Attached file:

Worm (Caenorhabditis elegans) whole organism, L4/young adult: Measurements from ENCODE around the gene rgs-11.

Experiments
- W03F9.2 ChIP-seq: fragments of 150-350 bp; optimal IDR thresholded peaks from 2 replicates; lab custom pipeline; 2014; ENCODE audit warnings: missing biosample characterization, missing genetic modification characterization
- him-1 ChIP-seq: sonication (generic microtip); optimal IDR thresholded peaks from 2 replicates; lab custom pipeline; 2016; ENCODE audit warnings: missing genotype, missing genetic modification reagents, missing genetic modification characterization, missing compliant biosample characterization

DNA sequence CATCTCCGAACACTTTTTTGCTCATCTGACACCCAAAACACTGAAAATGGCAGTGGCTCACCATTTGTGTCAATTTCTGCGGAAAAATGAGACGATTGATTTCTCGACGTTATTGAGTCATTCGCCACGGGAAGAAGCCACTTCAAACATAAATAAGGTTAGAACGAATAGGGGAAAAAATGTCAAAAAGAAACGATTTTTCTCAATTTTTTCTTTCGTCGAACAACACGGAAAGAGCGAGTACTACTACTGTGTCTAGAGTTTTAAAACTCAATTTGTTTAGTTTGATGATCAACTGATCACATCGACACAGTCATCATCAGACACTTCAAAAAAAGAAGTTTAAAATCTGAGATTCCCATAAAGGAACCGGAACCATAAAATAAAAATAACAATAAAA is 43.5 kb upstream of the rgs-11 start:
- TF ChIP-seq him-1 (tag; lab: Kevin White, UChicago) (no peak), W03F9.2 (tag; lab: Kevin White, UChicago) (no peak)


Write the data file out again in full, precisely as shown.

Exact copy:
Worm (Caenorhabditis elegans) whole organism, L4/young adult: Measurements from ENCODE around the gene rgs-11.

Experiments
- W03F9.2 ChIP-seq: fragments of 150-350 bp; optimal IDR thresholded peaks from 2 replicates; lab custom pipeline; 2014; ENCODE audit warnings: missing biosample characterization, missing genetic modification characterization
- him-1 ChIP-seq: sonication (generic microtip); optimal IDR thresholded peaks from 2 replicates; lab custom pipeline; 2016; ENCODE audit warnings: missing genotype, missing genetic modification reagents, missing genetic modification characterization, missing compliant biosample characterization

DNA sequence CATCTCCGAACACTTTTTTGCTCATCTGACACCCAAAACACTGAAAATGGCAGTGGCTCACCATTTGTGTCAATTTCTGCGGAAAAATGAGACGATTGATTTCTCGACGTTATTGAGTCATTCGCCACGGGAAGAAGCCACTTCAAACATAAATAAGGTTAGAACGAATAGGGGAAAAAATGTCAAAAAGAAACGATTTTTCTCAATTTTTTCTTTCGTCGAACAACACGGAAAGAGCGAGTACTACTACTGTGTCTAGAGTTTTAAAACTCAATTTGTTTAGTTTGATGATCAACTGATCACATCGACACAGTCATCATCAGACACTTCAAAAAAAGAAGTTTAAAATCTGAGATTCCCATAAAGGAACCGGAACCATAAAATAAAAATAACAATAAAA is 43.5 kb upstream of the rgs-11 start:
- TF ChIP-seq him-1 (tag; lab: Kevin White, UChicago) (no peak), W03F9.2 (tag; lab: Kevin White, UChicago) (no peak)